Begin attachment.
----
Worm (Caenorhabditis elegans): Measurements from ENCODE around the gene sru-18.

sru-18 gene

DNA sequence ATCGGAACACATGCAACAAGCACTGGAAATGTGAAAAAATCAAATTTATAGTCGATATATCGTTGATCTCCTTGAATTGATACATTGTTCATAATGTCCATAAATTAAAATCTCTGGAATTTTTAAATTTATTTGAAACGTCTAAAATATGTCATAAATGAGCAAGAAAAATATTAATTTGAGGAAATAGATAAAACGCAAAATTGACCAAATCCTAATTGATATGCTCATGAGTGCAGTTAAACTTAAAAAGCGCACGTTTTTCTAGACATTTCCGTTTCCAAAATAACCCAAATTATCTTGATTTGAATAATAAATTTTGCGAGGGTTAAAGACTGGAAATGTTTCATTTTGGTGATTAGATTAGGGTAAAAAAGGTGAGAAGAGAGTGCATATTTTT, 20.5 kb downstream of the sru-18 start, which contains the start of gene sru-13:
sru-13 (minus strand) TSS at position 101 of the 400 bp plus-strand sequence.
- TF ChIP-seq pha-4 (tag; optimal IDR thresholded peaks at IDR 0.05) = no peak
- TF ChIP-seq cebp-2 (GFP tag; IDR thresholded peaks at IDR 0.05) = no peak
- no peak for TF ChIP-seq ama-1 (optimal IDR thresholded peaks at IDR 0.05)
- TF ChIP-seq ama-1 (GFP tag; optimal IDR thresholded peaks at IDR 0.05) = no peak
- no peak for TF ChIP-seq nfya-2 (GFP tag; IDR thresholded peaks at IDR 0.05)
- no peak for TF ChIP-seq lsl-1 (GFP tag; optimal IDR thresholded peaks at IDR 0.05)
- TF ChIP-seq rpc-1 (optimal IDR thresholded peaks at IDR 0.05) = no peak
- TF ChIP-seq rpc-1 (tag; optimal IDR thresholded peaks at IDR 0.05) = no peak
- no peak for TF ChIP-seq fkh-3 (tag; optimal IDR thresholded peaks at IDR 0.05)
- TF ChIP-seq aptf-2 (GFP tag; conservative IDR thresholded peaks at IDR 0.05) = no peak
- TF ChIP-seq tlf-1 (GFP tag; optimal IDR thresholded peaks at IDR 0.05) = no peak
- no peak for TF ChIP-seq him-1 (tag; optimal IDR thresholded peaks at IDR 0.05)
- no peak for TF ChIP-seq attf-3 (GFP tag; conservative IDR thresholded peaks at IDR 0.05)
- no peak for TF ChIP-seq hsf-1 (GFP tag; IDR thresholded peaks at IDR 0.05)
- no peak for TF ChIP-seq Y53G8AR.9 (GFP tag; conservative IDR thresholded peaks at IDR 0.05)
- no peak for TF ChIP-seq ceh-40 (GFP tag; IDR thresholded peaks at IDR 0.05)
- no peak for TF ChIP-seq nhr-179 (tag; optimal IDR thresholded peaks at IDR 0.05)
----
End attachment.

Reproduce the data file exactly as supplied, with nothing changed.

Worm (Caenorhabditis elegans): Measurements from ENCODE around the gene sru-18.

sru-18 gene

DNA sequence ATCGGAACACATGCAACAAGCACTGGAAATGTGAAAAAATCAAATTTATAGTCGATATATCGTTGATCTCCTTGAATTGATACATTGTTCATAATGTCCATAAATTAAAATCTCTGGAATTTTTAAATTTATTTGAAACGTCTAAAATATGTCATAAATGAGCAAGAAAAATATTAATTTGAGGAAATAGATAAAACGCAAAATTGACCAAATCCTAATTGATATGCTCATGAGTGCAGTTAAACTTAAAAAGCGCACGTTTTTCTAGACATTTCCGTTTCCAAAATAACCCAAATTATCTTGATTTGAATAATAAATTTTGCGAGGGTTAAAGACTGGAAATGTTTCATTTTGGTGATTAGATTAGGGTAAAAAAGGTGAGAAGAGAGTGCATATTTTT, 20.5 kb downstream of the sru-18 start, which contains the start of gene sru-13:
sru-13 (minus strand) TSS at position 101 of the 400 bp plus-strand sequence.
- TF ChIP-seq pha-4 (tag; optimal IDR thresholded peaks at IDR 0.05) = no peak
- TF ChIP-seq cebp-2 (GFP tag; IDR thresholded peaks at IDR 0.05) = no peak
- no peak for TF ChIP-seq ama-1 (optimal IDR thresholded peaks at IDR 0.05)
- TF ChIP-seq ama-1 (GFP tag; optimal IDR thresholded peaks at IDR 0.05) = no peak
- no peak for TF ChIP-seq nfya-2 (GFP tag; IDR thresholded peaks at IDR 0.05)
- no peak for TF ChIP-seq lsl-1 (GFP tag; optimal IDR thresholded peaks at IDR 0.05)
- TF ChIP-seq rpc-1 (optimal IDR thresholded peaks at IDR 0.05) = no peak
- TF ChIP-seq rpc-1 (tag; optimal IDR thresholded peaks at IDR 0.05) = no peak
- no peak for TF ChIP-seq fkh-3 (tag; optimal IDR thresholded peaks at IDR 0.05)
- TF ChIP-seq aptf-2 (GFP tag; conservative IDR thresholded peaks at IDR 0.05) = no peak
- TF ChIP-seq tlf-1 (GFP tag; optimal IDR thresholded peaks at IDR 0.05) = no peak
- no peak for TF ChIP-seq him-1 (tag; optimal IDR thresholded peaks at IDR 0.05)
- no peak for TF ChIP-seq attf-3 (GFP tag; conservative IDR thresholded peaks at IDR 0.05)
- no peak for TF ChIP-seq hsf-1 (GFP tag; IDR thresholded peaks at IDR 0.05)
- no peak for TF ChIP-seq Y53G8AR.9 (GFP tag; conservative IDR thresholded peaks at IDR 0.05)
- no peak for TF ChIP-seq ceh-40 (GFP tag; IDR thresholded peaks at IDR 0.05)
- no peak for TF ChIP-seq nhr-179 (tag; optimal IDR thresholded peaks at IDR 0.05)